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Wujal Yalangi Yirrbal Yiri | Yinya, Yirrbal, Itrsquos, Kuku, Ngananga, Kari, Yalangi, Bamanga | FATSILC, Fed. Aboriginal Torres Strait Island Languages and Culture
Wujal Yalangi Yirrbal Yiri PDF Print E-mail

Wujal Yalangi Yirrbal Yiri
Mr Peter Wallace
Wujal Wujal Waterfall

“Kuku yinya Yalangi yiri. Yinya Yin ngananga
Yalanjiwarranga bamanga. Yinya Yin
ngananga Yalanjiwarranga bamanga.”

Kuku yinya Yalangi yiri. Yinya Yin ngananga Yalanjiwarranga bamanga. Yinya Yin ngananga Yalangiwarranga bamanga. Yinya bana ngananga
Yirrbal nyulu yinya bananga bundanday. Yinya yala kabanji bayan.

Nyulu yirrbalda junjuy-junjuy kujil manu bajabuku nganjinga. Nyulu yirrbal kuliji nyulu (yirrbal) junjuyjunjuy ngakil nganandamu.

Yirrbal kurriyala yalanjiwarranga bijarr. Wabaja yirrbalba bayan nyulu (yirrbal) jilba dungay yirikurrku. Jalbu-jalbungu yirrbal burri kija nyungu bubu Burungu (Meg falls).

Wujal Yalangi Yirrbal Yiri
Water flowing from Wujal Wujal waterfall
Bubu wubulku bamangka ngujakarimunku jilba dungan dunganya, Burunga, Wujal-Wujal julaymba,kuki, Rossville, kunanga, kubidi, jajikal, Bulkan
kanbal bubu yala Laura, Mareeba, Kuranda, Mossman,Chilligoe, Maytown, Palmer River, Port Douglas area.

Ngananga kuku walu-yindu kulurr yinya kuku Yalangiwarra, jalunji-warra, kuku Nyungkulwarra, kuku bidijiwarra Yalarrin bama bamanga lorewungay jananga bubuku. Ngana kari kuku yirrkay bama Kanbalka bubuku, janaku maja jana binal.

Ngana jawunkarraji. Ngana muruku kuku yirrkay junkurrjiku jananka. Nganjinga lore kari jurrkiji ngadimunku jana nganjinanda waru-wurunda, maralmaralanda dajin.

Nganjin kari bawal yinya lore, kari buyundamal Binga-Bingandamun-kamba-kambandamun kukumun. Ngana nyiku yinya yirrbal manubajabuku kuji
milkabu, dukulba, wawubu. Ngana kari walnga kari buyun-dama. Yinya yirrbal ngana kari manubajabuku kujil nyulu yirrbalda ngananin buyun damal. Ngana bambaymal.

Ngananga yirrbal yinya yala Bouncing Stone kukinga. Yinya yirrbal ngananga bubu murumanka kuku balkaynka, kuku yirrkaynka. Yinyamun bubumun
Bouncing Stonemun kulji waybalngka jurrkin wundin buralmun bubumun jana bambayman wulay bijarr buyun bijarrin. Yinya yirrbalba bijarr kangkal-wawu dajil marralba kulkumanka.

Yirrbal wubul jana walu-yindu walu-yindu Yirrbalba bubu ngami-ngami, bamanga bubu ngami-ngami. Yinya yala yiri bamanga bayan nyulkurrmanka bambaymun. Bubungu bunday wawu yaralmanka. Bubu nyulkurrku kuji kari buyundama.

The Waterfall is a part of our people, the Yalangi people.It’s a sacred river waterhole for our people. It’s a waterhole for our Rainbow Serpent to live. It’s like an institute; it stores things for us and looks after things for us, but it can take things away and may retaliate if we don’t respect it. It is dreaming for the Yalangi people. Every river is a corridor for our Rainbow Serpent to travel, and there are many other places. There is a waterfall up further that is a women’s place, ‘Meg falls’. All these places have been occupied before by our people. The Yalangi bama have occupied an area 500-600 miles to the north, west and south. We have 3 clan groups here.

They got to have laws that govern this area as well for any other parties and individuals that want to come in. They need to talk to the Yalangi people. The laws are still the same as thousands of years ago, and have been handed down by the Elders who have come before us. We can’t change the laws and we respect it as it is. We must respect them today. We can’t dismantle them. They have serious effects and consequences if an individual or group trespass. Sometimes if they trespass, we can suffer the consequences. An example is the ‘Bouncing Stone’ in Cape Tribulation. That’s another sacred place where our people used to congregate. The special rocks there from the Rainbow Spirit would help young people and couples with children. But things have been removed from there, special rocks and things, and then people had bad dreams and accidents. And they lost lives and houses got burnt. That is one example. There are many effects.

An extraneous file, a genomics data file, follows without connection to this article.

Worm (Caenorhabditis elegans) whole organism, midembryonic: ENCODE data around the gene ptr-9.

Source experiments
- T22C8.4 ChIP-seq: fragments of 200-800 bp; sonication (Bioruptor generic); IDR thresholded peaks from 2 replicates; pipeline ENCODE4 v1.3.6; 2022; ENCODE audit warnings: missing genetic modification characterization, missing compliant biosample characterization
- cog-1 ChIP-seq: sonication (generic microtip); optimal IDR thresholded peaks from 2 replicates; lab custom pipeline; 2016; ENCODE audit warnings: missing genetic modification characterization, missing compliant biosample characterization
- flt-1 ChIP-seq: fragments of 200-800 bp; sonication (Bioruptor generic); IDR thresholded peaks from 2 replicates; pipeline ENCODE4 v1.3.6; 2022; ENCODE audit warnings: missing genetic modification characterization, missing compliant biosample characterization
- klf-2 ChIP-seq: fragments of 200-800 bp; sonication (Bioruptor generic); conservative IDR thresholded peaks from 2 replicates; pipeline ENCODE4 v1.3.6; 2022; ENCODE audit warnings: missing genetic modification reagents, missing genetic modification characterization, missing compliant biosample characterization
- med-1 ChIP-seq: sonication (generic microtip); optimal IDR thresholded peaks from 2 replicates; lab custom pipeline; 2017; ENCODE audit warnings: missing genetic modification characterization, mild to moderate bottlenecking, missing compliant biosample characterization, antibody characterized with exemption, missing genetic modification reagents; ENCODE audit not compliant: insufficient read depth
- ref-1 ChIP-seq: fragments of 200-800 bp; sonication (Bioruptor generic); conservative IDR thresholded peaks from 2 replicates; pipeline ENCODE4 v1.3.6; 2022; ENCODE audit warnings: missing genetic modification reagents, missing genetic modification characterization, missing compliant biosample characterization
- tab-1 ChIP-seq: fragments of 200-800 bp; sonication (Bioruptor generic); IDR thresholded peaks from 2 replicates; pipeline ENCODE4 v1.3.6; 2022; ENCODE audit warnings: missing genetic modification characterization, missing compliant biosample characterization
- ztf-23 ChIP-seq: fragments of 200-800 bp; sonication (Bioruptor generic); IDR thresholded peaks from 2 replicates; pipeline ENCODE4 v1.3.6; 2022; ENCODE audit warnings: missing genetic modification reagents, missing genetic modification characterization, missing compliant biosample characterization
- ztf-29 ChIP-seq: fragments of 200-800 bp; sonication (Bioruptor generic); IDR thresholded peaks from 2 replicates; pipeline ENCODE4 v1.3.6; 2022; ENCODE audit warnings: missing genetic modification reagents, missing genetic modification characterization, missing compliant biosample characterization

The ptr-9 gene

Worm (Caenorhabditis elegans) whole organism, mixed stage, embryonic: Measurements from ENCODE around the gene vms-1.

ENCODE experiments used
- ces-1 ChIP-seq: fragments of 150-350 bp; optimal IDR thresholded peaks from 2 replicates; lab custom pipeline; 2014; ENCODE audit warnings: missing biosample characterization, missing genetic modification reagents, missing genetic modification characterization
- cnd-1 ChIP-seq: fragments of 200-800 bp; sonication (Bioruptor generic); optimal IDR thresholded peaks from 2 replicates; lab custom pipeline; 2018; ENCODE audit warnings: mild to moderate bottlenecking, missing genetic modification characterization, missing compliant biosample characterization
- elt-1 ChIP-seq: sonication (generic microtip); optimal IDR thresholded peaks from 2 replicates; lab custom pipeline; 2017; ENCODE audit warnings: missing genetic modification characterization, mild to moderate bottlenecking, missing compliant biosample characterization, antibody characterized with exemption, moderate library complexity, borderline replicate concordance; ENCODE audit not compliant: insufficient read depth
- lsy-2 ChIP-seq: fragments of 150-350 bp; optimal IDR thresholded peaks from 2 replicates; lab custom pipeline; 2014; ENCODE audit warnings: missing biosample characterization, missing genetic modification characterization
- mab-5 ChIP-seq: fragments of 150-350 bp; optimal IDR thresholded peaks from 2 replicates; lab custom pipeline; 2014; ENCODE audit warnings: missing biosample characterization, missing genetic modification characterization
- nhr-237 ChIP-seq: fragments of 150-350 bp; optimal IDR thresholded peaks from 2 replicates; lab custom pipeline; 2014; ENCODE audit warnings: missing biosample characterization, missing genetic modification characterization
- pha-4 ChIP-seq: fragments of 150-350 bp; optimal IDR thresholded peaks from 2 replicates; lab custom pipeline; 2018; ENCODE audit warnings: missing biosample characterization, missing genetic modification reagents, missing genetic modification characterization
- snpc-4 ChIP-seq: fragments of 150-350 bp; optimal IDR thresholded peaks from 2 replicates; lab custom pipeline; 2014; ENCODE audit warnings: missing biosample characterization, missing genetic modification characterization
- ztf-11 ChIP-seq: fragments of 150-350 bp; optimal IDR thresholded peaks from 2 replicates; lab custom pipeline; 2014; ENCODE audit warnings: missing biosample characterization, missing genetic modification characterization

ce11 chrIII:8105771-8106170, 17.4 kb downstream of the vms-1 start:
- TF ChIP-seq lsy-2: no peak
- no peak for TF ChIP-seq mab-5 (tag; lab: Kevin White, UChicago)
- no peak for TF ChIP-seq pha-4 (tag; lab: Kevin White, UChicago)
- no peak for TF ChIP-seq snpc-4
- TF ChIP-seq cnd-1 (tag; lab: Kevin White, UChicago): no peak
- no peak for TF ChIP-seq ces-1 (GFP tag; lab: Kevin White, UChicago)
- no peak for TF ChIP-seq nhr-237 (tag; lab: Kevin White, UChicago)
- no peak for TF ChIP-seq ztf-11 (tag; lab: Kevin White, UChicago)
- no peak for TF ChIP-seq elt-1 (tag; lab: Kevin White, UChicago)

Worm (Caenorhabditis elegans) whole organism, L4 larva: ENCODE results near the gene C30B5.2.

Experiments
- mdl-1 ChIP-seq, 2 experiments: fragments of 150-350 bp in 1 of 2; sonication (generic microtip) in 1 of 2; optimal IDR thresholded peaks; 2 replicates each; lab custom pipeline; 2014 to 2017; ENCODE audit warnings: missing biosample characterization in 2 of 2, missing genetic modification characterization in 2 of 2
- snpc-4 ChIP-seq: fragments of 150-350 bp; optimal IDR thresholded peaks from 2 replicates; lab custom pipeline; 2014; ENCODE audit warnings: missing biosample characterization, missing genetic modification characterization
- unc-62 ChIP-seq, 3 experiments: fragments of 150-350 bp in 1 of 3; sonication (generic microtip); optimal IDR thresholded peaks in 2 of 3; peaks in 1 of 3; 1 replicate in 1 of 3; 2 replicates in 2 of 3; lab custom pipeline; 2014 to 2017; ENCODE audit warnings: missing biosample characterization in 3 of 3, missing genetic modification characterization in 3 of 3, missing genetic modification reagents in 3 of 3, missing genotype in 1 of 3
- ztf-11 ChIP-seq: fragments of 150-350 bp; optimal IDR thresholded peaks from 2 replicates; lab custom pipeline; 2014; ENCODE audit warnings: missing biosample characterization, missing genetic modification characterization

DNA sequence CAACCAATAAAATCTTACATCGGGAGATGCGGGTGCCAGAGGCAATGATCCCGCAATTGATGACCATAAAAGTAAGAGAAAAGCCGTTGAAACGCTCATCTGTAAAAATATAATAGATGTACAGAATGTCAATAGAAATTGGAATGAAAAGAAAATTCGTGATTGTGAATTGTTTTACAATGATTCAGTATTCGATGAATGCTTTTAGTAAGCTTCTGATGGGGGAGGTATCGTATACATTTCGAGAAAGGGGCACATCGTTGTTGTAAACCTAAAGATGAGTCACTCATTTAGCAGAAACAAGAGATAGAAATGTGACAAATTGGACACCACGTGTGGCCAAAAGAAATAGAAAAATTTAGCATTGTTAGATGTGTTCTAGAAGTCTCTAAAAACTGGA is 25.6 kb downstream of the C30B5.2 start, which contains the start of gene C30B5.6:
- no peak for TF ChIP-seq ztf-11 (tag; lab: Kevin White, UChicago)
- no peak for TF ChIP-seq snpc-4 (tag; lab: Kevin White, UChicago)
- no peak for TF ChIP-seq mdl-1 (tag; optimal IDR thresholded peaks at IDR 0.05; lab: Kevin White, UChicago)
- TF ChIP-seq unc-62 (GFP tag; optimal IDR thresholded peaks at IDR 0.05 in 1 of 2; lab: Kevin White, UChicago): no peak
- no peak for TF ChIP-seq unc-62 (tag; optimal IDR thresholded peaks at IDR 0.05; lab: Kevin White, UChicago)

Different sacred sites exist around different rocks and springs. There are boundaries. People have put them up to stop trespassing. It’s like a bomb; if you walk past that thing it will blow up, and it makes people aware that they should respect these things. People can move through, but it’s like a corridor that they need to move straight through and keep going Different places show up to people in different ways. You can feel a presence when you are at the waterfall. It’s a healing place as well. You can sit down and relax in that place. It can offer so much to our people. If people could just get back and understand the way our people have lived in harmony with the land, the water, the rain and the sun, and everything. We moved with a balance around the seasons.

It’s great to have a culture like ours to fall back on. We can learn the whitebella way and when things get a bit tough, we can go back to our culture and our land. We have something to fall back on that can hold us up. The person without that sort of understanding can fall flat on their face.

It just needs to be looked after. Don’t destroy the environment. Anything that you want to do there, you need to talk to the Spirit. Especially before you do any infrastructure there, shutting off the corridor or anything. This is a living Spirit and it needs to be respected. FATSIL gratefully acknowledges the assistance of Mrs Marilyn Wallace in writing this story

ldquo;The Waterfall is a part of our people, the Yalangi

people. It’s a sacred river waterhole for our people.

It’s a waterhole for our Rainbow Serpent to live.”